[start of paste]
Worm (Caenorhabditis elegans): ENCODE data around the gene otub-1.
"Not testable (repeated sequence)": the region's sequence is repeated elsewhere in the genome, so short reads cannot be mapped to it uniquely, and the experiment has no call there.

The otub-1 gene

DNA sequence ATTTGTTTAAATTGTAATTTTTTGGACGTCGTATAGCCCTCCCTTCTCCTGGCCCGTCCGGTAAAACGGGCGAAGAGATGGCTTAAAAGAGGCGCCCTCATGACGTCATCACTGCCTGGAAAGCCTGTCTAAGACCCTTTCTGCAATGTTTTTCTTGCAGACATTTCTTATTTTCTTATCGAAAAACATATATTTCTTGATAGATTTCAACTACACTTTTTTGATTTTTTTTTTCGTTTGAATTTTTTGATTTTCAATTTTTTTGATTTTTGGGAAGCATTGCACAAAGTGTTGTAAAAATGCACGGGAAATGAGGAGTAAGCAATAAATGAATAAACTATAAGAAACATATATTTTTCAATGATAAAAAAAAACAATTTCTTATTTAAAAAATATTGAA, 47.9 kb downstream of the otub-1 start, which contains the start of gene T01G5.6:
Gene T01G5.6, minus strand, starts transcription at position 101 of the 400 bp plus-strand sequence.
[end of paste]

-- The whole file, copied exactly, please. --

Worm (Caenorhabditis elegans): ENCODE data around the gene otub-1.
"Not testable (repeated sequence)": the region's sequence is repeated elsewhere in the genome, so short reads cannot be mapped to it uniquely, and the experiment has no call there.

The otub-1 gene

DNA sequence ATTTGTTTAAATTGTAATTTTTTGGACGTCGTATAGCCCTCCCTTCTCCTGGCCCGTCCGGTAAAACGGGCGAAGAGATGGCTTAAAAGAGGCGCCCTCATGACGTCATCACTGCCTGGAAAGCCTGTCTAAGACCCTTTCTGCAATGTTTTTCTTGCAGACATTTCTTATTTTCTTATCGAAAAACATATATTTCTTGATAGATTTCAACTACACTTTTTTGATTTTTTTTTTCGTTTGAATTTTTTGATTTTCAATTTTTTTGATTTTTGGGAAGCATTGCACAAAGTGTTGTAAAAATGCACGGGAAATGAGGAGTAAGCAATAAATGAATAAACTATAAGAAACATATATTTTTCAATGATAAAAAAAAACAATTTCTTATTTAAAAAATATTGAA, 47.9 kb downstream of the otub-1 start, which contains the start of gene T01G5.6:
Gene T01G5.6, minus strand, starts transcription at position 101 of the 400 bp plus-strand sequence.